For example, I can think of two complementarian seminaries that hire female professors for some positions but not for others. They both believe that professors most responsible for training pastors should be qualified men. Danny Akin, president of Southeastern Baptist Theological Seminary, put it this way:

“We have identified certain positions that closely parallel the office of the pastor, the elder, the overseer, that we would only look to call and hire men for those particular areas. Those areas include preaching, pastoral ministries, theology, and biblical studies. I could not imagine that we would hire a woman to sit in one of those professorial positions as an instructor over men.”

Albert Mohler describes a similar situation at The Southern Baptist Theological Seminary:

“We believed it was right in accordance with biblical teaching that the faculty members who would model the pastorate in the teaching of disciplines specifically for pastors would be qualified by Scripture to be pastors. This was not just an abstract theory. This also was what was advised to us in terms of the necessity of specifying which teaching positions must in all cases be qualified in this manner. So we defined all teaching positions in the school of theology as of necessity to be pastor-qualified.”

Again, the heart of the issue is not whether women should be seminary professors but whether it is appropriate for a complementarian seminary to employ female professors to mentor and train pastors.

3. This is not a debate about women receiving formal theological training. Piper says as much in his remarks, “The issue is not whether women should attend seminary in one of its programs and get the best biblical grounding possible.” Even Paul—in one of the most contested texts—clearly encourages women to “receive instruction” in the faith (1 Tim. 2:11). Both sides of the gender debate celebrate and encourage women to receive formal theological training. There is no real dispute about that.

Some see an inconsistency in this:

This is not really an inconsistency at all for complementarians. It is often the case that professors most responsible for mentoring and training pastors also have other ministry workers in their classes. There is no inconsistency for that professor to train and mentor both male and female students. It happens all the time. I do it myself in my classes, and I hold the same convictions that Piper does.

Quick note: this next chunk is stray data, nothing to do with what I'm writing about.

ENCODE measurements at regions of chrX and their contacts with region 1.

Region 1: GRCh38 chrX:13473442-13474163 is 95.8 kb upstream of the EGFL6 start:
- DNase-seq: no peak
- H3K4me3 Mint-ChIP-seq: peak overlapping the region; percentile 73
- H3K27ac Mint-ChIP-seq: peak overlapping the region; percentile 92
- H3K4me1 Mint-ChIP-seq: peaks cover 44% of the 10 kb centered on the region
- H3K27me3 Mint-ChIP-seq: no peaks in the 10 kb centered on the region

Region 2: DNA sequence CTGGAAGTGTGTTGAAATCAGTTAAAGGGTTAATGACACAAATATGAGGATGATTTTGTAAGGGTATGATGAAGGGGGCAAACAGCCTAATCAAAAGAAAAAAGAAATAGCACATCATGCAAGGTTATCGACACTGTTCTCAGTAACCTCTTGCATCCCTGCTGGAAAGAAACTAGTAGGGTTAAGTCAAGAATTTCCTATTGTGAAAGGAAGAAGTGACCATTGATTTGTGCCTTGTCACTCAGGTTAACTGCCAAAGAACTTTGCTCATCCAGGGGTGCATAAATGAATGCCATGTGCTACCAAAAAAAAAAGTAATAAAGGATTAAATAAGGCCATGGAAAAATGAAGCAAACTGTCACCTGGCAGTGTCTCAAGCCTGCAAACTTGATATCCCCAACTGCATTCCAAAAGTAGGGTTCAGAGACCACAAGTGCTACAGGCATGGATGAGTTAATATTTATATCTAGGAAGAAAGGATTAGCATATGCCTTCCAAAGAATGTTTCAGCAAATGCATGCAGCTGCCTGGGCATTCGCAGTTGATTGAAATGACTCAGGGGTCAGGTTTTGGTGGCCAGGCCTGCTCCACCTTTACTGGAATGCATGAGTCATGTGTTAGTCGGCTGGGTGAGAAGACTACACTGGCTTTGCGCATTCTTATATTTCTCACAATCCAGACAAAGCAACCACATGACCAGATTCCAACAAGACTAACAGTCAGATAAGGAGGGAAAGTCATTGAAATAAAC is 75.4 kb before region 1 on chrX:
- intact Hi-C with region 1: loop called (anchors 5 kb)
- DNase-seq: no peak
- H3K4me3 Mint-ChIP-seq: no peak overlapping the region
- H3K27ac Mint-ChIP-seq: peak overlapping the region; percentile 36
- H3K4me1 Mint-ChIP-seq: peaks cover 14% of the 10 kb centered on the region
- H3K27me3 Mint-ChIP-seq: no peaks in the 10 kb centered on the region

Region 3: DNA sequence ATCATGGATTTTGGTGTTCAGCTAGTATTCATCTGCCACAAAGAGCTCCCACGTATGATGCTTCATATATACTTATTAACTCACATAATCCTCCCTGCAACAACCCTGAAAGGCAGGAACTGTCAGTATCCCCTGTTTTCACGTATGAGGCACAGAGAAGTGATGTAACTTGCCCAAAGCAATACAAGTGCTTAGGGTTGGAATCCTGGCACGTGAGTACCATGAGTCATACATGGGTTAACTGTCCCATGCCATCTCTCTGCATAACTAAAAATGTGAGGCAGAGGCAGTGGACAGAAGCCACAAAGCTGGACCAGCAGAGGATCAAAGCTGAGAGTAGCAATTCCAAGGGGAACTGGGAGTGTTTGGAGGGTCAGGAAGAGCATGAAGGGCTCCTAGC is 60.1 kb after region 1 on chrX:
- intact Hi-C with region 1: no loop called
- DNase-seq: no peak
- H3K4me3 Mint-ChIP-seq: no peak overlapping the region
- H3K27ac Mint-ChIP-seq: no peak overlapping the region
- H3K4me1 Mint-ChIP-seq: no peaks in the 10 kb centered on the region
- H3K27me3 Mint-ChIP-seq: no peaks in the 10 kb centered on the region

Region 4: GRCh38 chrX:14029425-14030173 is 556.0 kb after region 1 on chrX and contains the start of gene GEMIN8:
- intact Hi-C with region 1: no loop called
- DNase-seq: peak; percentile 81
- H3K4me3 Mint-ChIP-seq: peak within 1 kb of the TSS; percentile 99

4. This is not a debate about whether the seminary equals the church. Critics of Piper’s view often point out that the seminary is not the church and then conclude that Piper is wrong to bring church standards to bear in the seminary classroom. It is true that the seminary is not equal to the church. Both sides agree on that much, and there is no real debate about it. That is why, for example, we don’t do baptisms or the Lord’s Supper at the seminary where I am employed. Those are ordinances of the church, and we are not the church. But are we really going to conclude from that observation that none of the church’s teachings apply to how we structure seminaries?

Simply observing that the seminary isn’t the church doesn’t end the argument about gender roles in a seminary’s teaching ministry. It only begs the question, “Then what is the relationship of the seminary to the church?” Does the seminary serve the mission of the church, or does the church serve the mission of the seminary? If it is the former and not the latter, then it is entirely reasonable for the church to expect the seminary’s teaching ministry not to contradict the norms and discipline of the church’s teaching ministry. And if it is a complementarian church, then it is reasonable that such churches would expect to see complementarian principles exemplified in the seminary’s teaching ministry. After all, what would be the point of a seminary that consistently flouts the complementarian commitments of churches that it serves?

And that brings us back again to the heart of this intra-complementarian debate. Given that the seminary is not the church but rather serves the mission of actual churches, is it appropriate for a complementarian seminary to employ female professors to mentor and train pastors? That is the question before us.